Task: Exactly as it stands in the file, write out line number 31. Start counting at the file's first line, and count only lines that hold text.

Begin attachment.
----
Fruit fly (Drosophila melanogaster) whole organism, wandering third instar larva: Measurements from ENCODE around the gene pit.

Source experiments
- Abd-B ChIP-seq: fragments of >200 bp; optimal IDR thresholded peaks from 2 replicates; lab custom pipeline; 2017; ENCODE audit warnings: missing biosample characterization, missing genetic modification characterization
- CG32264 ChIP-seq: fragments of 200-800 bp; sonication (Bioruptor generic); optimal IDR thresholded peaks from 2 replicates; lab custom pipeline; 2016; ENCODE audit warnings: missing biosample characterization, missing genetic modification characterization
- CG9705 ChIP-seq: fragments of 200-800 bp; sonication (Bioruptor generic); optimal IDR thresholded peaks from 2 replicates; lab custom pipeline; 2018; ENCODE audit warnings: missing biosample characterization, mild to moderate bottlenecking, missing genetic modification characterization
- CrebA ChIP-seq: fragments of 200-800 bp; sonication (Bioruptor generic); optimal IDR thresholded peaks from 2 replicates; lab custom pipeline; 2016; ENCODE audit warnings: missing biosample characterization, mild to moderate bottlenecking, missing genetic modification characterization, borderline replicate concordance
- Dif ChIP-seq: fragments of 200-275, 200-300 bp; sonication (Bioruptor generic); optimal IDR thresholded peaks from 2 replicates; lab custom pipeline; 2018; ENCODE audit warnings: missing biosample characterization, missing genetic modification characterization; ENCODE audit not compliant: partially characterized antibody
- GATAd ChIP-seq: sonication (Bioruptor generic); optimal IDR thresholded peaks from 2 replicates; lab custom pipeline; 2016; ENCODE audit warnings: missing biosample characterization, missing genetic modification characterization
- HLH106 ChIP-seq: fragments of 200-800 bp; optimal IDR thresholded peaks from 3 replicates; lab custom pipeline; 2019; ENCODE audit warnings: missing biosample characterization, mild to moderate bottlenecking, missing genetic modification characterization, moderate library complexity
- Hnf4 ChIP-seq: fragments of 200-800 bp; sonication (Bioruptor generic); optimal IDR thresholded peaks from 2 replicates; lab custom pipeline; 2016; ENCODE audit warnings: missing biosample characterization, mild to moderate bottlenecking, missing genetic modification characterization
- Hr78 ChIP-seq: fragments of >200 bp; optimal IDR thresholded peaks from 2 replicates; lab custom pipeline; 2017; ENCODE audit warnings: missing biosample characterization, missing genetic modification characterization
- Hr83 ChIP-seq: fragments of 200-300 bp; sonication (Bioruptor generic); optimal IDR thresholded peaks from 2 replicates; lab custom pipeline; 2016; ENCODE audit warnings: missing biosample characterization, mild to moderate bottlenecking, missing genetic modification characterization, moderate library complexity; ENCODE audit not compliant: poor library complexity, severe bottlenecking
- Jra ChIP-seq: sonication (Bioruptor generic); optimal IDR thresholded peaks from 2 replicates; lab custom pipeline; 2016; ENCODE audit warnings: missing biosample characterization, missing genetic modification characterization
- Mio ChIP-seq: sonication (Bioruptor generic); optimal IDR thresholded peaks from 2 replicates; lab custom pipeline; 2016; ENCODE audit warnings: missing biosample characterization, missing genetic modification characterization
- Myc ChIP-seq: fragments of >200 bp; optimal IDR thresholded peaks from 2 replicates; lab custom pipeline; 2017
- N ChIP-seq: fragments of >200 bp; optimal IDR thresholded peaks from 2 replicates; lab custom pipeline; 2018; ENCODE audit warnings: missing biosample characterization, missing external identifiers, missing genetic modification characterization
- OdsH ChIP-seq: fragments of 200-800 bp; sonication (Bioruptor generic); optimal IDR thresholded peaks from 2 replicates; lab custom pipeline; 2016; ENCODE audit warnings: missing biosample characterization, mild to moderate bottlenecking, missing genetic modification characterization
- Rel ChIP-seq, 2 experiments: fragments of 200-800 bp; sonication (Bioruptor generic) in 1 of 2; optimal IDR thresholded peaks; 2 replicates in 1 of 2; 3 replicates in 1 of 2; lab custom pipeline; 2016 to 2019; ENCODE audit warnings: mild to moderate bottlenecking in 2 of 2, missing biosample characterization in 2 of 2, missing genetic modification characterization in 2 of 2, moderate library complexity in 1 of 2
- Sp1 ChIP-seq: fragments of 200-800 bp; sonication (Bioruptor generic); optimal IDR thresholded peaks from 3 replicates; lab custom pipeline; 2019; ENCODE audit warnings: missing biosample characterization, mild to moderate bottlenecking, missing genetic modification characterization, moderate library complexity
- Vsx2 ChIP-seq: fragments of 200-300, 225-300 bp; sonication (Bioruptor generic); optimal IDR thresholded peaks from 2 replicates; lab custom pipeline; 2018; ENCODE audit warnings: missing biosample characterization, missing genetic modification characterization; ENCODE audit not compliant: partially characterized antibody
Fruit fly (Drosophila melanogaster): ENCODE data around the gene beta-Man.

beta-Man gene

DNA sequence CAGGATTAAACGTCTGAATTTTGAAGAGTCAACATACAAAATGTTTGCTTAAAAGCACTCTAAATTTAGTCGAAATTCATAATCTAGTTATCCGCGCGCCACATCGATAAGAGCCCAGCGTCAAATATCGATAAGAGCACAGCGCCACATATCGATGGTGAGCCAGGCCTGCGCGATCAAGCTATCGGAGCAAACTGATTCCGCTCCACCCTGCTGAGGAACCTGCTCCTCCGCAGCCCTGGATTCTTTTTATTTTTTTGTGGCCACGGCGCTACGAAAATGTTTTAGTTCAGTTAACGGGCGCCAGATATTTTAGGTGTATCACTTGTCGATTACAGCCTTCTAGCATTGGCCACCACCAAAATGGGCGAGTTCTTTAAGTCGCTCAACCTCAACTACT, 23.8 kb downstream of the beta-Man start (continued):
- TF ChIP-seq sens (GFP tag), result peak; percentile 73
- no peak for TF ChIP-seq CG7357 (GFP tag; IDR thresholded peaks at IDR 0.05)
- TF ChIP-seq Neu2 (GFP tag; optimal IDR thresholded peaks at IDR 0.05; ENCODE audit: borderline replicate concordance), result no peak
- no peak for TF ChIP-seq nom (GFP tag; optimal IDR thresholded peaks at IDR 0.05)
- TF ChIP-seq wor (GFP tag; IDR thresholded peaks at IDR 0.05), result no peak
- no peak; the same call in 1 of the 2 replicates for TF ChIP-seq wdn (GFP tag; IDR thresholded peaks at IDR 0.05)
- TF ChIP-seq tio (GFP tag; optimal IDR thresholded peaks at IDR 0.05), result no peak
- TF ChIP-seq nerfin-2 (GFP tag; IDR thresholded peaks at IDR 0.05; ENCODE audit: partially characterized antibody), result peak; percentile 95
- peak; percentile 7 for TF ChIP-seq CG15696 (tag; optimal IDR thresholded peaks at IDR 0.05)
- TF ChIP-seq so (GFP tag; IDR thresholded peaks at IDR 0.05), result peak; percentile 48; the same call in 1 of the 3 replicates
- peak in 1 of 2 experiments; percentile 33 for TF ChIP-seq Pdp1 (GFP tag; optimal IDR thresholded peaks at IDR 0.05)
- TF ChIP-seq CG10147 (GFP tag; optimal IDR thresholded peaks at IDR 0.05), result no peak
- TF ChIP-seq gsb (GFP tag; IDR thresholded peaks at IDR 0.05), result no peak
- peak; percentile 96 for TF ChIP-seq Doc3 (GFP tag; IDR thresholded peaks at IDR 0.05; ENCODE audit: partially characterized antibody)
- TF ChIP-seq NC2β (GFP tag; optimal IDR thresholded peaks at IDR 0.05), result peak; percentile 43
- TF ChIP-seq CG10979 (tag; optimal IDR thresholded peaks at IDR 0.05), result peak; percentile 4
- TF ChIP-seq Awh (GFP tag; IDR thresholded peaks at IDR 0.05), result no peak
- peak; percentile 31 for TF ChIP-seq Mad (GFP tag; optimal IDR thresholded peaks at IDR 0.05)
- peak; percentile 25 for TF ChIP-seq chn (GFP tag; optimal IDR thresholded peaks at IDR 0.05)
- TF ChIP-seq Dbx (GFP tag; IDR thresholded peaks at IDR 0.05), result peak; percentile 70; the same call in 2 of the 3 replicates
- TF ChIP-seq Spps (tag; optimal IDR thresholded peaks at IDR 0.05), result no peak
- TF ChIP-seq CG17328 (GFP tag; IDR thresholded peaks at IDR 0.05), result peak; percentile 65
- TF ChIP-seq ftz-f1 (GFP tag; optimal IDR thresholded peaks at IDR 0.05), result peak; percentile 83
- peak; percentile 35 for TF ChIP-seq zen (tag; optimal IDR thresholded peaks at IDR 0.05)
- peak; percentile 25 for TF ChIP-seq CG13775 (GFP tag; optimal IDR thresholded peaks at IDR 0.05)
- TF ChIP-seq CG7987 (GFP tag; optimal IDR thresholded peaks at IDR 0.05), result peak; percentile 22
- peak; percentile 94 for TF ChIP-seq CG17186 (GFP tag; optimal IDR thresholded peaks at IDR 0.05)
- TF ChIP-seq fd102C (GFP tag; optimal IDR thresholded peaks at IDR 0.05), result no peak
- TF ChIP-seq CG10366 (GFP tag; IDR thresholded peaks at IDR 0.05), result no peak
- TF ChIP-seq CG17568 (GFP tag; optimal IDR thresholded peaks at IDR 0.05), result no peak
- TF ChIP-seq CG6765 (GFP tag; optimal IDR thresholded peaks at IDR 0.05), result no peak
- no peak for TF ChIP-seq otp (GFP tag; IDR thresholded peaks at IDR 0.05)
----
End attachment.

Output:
- TF ChIP-seq nerfin-2 (GFP tag; IDR thresholded peaks at IDR 0.05; ENCODE audit: partially characterized antibody), result peak; percentile 95